Ethiopia’s Transformation: Authoritarianism and Economic Development

Ethiopia’s Transformation: Authoritarianism and Economic Development

A former resident of Addis Ababa returning today after an absence of five years would find the city almost unrecognizable. In that time, Ethiopia has transformed itself economically, and nowhere is that transformation more on display than in its capital. In terms of infrastructure and housing, Addis Ababa has blossomed from perhaps Africa's worst example of urban planning into a grid of paved streets and multilane ring roads, with corresponding glass-walled high rises and luxury villas comparable to Johannesburg, South Africa.

The Ethiopian government has used its unlimited power to bulldoze whole neighborhoods, evicting residents with little notice or compensation in order to build roads, factories and condominiums. Though the government's character has evolved over the years, vacillating from periods of representative democracy to oppressive dictatorship, overall it can be characterized as an authoritarian regime. As a result, its path to growth raises challenging questions about the problematic relationship between authoritarianism and economic development.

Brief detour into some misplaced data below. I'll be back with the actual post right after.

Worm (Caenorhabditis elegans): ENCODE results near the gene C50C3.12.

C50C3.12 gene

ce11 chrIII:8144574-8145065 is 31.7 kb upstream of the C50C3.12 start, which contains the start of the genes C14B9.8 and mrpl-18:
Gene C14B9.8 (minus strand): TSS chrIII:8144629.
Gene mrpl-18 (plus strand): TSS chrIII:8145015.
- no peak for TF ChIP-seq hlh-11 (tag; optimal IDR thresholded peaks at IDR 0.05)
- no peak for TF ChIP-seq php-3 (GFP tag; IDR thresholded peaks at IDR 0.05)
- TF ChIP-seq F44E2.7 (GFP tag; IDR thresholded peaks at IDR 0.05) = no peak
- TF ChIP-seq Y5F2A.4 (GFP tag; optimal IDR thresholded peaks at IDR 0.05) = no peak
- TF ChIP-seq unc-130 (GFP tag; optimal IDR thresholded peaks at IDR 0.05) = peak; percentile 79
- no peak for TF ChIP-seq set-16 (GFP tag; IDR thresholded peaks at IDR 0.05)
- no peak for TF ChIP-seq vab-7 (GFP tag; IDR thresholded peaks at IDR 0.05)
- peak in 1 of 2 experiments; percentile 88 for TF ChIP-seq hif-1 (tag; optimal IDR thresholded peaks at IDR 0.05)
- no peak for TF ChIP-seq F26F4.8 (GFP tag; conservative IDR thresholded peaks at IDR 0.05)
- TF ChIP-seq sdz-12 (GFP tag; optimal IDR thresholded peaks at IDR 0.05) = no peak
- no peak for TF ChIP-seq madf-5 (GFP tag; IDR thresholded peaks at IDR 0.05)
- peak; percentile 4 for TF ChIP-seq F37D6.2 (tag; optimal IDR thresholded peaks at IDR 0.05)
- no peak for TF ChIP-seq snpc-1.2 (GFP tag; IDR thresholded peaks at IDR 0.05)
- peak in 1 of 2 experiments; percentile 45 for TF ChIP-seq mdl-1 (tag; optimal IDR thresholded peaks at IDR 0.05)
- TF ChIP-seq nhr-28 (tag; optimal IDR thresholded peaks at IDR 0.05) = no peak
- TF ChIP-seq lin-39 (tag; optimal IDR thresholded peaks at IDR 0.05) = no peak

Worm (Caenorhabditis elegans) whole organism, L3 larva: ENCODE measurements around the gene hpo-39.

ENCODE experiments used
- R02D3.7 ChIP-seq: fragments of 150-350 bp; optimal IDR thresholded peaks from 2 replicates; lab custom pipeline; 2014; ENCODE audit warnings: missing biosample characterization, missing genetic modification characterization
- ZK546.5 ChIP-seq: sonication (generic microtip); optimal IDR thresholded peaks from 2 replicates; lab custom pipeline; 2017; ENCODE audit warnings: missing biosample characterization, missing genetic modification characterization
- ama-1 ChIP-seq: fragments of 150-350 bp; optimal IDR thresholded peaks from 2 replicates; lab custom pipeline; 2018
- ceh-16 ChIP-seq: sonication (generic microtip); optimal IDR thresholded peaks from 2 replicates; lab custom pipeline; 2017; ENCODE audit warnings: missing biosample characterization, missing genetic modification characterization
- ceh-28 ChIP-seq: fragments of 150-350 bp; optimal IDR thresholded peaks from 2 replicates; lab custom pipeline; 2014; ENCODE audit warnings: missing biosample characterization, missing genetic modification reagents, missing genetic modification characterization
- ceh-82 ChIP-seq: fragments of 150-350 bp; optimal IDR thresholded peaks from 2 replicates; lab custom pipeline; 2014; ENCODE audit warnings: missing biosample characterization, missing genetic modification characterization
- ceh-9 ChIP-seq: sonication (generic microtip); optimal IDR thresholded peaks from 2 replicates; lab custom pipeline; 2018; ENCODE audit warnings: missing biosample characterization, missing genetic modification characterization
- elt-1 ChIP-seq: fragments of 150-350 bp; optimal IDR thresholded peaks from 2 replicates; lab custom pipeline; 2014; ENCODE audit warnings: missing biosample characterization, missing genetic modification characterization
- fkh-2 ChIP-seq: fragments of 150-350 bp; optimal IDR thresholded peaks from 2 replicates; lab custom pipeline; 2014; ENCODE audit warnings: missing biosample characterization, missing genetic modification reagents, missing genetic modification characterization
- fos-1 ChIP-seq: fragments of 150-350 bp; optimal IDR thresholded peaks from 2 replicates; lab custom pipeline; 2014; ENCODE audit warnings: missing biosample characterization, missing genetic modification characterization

From 'Political Spring' to Authoritarian Backlash

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